Rice University’s Baker Institute released a research report examining the impact of straight-party voting on judicial elections in Texas, one of only two states that initially elects, and re-elects, its judiciary in partisan elections where voters have the option of making a single mark/action to vote for all candidates of a party (The other is Alabama.).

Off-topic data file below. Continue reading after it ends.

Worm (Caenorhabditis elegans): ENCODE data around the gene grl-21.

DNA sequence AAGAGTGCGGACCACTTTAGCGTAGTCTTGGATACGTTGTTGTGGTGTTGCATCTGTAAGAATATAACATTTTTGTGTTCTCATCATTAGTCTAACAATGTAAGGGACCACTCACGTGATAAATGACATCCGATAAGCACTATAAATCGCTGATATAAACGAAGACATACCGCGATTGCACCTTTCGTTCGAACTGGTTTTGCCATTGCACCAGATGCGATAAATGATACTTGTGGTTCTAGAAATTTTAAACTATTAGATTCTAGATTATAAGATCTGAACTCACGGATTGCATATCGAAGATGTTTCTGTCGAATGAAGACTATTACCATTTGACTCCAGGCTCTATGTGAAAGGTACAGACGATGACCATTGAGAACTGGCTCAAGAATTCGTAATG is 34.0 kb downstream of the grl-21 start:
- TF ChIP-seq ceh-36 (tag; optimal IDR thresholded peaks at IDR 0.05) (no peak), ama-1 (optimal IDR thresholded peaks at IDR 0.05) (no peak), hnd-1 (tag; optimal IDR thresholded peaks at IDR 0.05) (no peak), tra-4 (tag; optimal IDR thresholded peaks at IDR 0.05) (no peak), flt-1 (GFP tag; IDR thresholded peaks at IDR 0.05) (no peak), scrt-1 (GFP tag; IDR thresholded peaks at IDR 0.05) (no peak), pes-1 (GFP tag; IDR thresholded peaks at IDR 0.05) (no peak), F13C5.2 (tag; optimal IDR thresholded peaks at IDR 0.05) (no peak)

The consequence of this combination is “extremely limited variation in the share of the vote received by judicial candidates and a concomitant tendency for judicial sweeps whereby one party wins all of the judicial races within a jurisdiction,” said Mark Jones, the study’s author. From 2008 to 2016, more than 90% of all judges elected were part of a partisan sweep of judicial offices at the state, appellate district and county level, and the trend is toward a greater percentage of partisan sweeps. In 2016, partisan sweeps accounted for more than 95% of all judicial elections.
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